Gear, gear, gear. It’s easy to get bogged down in the minutia of gear stats when outfitting a long-distance hike. Weight, size, material, multi-use’ness, cost, it seems an unending process to choose what is best. Today’s list is 5 items that can be easily left out, but provide gear solutions to common backpacking problems. Most of these serve multiple purposes and they all are lightweight compared to their utility.
The Sea to Summit day pack is made of Siliconized Cordura for strength and durability and holds 20 liters of supplies. At just 2.4 ounces, the pack is light and is self-contained, folding down to the size of a hackie sack.
So, why would you want to carry a backpack within your main backpack. We used this pack primarily in two ways. First, we used it in towns where we were staying at a hostel or hotel. Instead of walking around town with our full (and smelly packs) we could leave the large packs in our room and walk around with the day pack. It was large enough to carry a couple water bottles, our wallets, phones, and rain gear.
The second way we used it was when we slack-packed. Slack packing is a strategy where you take only what you need for the day because you will be ending the day at the same hostel/hotel you left from (a shuttle will pick you up and bring you back). Slack packing is perfect for getting miles in when the weather is awful, or you are injured. The Sea to Summit pack was perfect for this. It was large enough to fit food, water, phones, and rain gear for both Chica and I. I would wear it and she got to hike backpack free … hey!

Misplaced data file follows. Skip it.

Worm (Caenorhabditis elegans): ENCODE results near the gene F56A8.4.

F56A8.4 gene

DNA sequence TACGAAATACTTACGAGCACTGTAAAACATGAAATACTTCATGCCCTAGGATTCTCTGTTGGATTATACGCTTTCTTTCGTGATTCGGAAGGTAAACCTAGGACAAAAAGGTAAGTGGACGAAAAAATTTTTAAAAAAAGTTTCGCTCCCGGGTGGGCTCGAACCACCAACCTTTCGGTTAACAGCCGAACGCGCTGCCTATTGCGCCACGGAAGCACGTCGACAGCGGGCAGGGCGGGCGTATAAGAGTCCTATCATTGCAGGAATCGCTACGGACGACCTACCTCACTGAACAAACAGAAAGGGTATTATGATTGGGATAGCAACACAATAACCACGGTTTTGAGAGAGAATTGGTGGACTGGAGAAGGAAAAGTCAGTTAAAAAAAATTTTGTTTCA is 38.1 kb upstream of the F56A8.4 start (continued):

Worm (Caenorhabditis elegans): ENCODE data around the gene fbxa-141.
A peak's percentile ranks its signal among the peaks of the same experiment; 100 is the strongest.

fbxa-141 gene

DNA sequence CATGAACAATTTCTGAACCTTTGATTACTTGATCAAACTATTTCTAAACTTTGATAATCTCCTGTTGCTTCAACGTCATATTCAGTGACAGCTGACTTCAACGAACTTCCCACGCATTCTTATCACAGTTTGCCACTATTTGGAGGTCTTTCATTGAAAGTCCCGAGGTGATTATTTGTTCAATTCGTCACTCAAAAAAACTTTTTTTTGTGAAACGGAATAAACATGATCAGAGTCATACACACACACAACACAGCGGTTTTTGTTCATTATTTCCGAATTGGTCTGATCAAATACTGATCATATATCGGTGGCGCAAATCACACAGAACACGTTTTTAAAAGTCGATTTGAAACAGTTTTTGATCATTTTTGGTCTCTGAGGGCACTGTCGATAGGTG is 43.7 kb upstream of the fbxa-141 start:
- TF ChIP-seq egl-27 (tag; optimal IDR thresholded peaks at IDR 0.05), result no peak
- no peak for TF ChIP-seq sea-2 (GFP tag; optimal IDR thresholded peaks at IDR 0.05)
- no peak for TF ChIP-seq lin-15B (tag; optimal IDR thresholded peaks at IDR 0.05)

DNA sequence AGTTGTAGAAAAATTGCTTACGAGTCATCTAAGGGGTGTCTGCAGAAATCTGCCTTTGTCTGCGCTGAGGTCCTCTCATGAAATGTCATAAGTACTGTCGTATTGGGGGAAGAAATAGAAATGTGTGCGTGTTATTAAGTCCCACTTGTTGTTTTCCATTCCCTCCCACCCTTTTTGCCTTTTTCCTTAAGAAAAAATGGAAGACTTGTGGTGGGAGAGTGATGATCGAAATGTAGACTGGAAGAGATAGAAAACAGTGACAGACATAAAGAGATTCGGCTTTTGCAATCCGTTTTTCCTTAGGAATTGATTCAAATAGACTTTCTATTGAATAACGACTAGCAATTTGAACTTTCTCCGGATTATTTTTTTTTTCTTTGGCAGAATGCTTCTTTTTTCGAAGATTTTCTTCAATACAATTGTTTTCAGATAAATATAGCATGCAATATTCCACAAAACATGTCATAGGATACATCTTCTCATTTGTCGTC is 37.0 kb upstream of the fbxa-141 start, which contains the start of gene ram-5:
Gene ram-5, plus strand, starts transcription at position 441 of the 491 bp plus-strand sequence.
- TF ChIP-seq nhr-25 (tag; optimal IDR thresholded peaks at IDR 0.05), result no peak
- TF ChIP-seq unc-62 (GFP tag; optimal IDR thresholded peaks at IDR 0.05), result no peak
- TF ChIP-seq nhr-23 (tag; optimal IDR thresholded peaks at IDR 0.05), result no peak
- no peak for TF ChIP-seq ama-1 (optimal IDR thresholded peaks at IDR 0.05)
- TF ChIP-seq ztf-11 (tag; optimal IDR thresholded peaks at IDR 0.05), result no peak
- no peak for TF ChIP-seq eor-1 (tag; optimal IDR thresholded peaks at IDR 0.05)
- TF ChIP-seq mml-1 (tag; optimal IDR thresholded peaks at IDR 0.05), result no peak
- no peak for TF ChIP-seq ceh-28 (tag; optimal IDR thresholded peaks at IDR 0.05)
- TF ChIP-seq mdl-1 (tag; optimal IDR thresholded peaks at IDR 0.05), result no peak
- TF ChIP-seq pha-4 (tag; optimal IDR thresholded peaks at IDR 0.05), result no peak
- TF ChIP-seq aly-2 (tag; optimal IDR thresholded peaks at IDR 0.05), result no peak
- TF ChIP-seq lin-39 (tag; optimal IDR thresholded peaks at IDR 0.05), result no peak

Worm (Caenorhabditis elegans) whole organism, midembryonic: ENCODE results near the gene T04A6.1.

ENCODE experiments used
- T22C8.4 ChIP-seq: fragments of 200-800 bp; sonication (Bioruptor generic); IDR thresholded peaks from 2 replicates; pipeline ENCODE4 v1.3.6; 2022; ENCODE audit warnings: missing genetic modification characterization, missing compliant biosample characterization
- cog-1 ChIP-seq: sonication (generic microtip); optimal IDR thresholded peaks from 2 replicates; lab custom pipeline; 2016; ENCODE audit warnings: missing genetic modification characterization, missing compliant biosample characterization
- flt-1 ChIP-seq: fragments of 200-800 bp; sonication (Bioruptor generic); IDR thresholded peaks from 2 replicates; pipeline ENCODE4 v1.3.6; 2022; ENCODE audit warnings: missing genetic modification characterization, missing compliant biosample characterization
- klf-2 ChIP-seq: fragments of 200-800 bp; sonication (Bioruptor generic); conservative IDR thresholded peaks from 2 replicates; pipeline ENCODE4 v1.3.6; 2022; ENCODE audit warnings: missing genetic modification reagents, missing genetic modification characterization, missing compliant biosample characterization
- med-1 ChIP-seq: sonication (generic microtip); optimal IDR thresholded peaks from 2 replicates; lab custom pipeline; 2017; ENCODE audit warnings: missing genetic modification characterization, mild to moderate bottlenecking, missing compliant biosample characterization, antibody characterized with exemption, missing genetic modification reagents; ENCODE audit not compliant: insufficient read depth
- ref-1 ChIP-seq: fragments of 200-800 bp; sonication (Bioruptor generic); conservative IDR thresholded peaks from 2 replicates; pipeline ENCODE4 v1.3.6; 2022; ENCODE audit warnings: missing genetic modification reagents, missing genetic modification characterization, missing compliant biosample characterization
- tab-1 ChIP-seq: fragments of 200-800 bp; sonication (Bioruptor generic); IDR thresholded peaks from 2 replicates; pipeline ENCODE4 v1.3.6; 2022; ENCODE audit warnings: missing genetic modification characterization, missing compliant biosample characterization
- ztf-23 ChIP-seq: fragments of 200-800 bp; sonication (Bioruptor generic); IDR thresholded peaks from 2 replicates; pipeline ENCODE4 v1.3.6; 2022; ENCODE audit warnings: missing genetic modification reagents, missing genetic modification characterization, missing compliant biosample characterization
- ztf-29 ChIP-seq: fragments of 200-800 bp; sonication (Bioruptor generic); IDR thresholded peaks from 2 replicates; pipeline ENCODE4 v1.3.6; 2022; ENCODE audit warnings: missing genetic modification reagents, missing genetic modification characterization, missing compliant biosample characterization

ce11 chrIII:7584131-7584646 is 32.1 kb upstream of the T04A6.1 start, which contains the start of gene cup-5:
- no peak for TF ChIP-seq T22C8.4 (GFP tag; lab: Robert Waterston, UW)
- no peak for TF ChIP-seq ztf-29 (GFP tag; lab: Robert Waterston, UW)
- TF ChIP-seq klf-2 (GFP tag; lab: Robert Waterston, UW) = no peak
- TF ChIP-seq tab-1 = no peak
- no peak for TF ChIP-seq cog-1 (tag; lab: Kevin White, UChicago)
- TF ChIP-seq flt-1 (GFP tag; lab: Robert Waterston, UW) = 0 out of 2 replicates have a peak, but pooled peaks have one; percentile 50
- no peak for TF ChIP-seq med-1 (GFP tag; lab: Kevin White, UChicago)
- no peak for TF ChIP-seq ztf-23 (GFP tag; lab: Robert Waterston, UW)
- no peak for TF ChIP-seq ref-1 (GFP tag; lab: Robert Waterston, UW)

Dealing with rain is a difficult topic, and the Appalachian Trail is a wet trail. Traditional rain pants and jacket might work with keeping the rain out, but they do a poor job of keeping you dry … because you sweat. Pit zips help for the jacket but achieving that happy point of being dry but not hot is a challenge. Enter the umbrella.
Weighing about a half a pound and being shaped the way it is, an umbrella is not an automatic or easy choice to make. However, if it replaces a 1 pound jacket and pair of rain pants, it could be a winner for you. I wore a rain jacket and ULA’s rain skirt. The rain skirt was great because it allowed airflow. The jacket was miserable. Chica, on the other hand used a combo of rain jacket and umbrella: using both when it was cold out, and the umbrella only, when it was warm out. This combo worked great for her.
I’ll just say this, every single time the umbrella came out I thought to myself, damn, I wish I had that. Jen had the EuroSCHIRM Swing Liteflex umbrella and figured out how to set it up hands free using her chest strap and belt (see video below). In addition to the type she used, we ran into a fellow at the Yellow Deli who had an umbrella that was made hands free since it attached to his head and had a chin strap. He said it was his favorite piece of gear. We’ll be trying the chin-strap version when we hike the Camino de Santiago in Spain later this year. We’ll let you know how it works out.
Trash Compactor Bag
They say you pack your fears, and well I guess we packed ours. We were paranoid about getting the gear inside our pack wet. Particularly our down-filled items (puffy and sleeping bag). So, in addition to our packs already being water resistant, we utilized a pack cover, drybags inside the pack and lined the pack with a trash compacter bag.
We never experienced wet gear, so all of our preparations worked. We could have probably left the pack cover and drybags at home and just used the compactor bag. Although the dry bags did help with organizing our gear within the pack.